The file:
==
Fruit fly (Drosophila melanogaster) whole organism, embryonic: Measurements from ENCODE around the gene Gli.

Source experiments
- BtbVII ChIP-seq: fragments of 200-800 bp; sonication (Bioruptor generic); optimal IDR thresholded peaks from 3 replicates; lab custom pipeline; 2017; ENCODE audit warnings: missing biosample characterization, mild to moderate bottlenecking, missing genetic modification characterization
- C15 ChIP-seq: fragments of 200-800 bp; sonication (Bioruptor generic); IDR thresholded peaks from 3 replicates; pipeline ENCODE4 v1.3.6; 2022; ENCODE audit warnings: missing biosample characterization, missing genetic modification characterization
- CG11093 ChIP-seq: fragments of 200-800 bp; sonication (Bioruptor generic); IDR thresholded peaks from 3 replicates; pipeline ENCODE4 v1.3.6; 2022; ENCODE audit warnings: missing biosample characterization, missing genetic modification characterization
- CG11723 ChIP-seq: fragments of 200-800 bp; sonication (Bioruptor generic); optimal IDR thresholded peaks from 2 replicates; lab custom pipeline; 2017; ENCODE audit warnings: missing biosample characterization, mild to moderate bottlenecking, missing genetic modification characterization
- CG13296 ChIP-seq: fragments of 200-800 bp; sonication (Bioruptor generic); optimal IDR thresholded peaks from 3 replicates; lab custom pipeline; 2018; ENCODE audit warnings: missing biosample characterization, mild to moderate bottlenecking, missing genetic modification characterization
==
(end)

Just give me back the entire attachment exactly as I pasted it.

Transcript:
Fruit fly (Drosophila melanogaster) whole organism, embryonic: Measurements from ENCODE around the gene Gli.

Source experiments
- BtbVII ChIP-seq: fragments of 200-800 bp; sonication (Bioruptor generic); optimal IDR thresholded peaks from 3 replicates; lab custom pipeline; 2017; ENCODE audit warnings: missing biosample characterization, mild to moderate bottlenecking, missing genetic modification characterization
- C15 ChIP-seq: fragments of 200-800 bp; sonication (Bioruptor generic); IDR thresholded peaks from 3 replicates; pipeline ENCODE4 v1.3.6; 2022; ENCODE audit warnings: missing biosample characterization, missing genetic modification characterization
- CG11093 ChIP-seq: fragments of 200-800 bp; sonication (Bioruptor generic); IDR thresholded peaks from 3 replicates; pipeline ENCODE4 v1.3.6; 2022; ENCODE audit warnings: missing biosample characterization, missing genetic modification characterization
- CG11723 ChIP-seq: fragments of 200-800 bp; sonication (Bioruptor generic); optimal IDR thresholded peaks from 2 replicates; lab custom pipeline; 2017; ENCODE audit warnings: missing biosample characterization, mild to moderate bottlenecking, missing genetic modification characterization
- CG13296 ChIP-seq: fragments of 200-800 bp; sonication (Bioruptor generic); optimal IDR thresholded peaks from 3 replicates; lab custom pipeline; 2018; ENCODE audit warnings: missing biosample characterization, mild to moderate bottlenecking, missing genetic modification characterization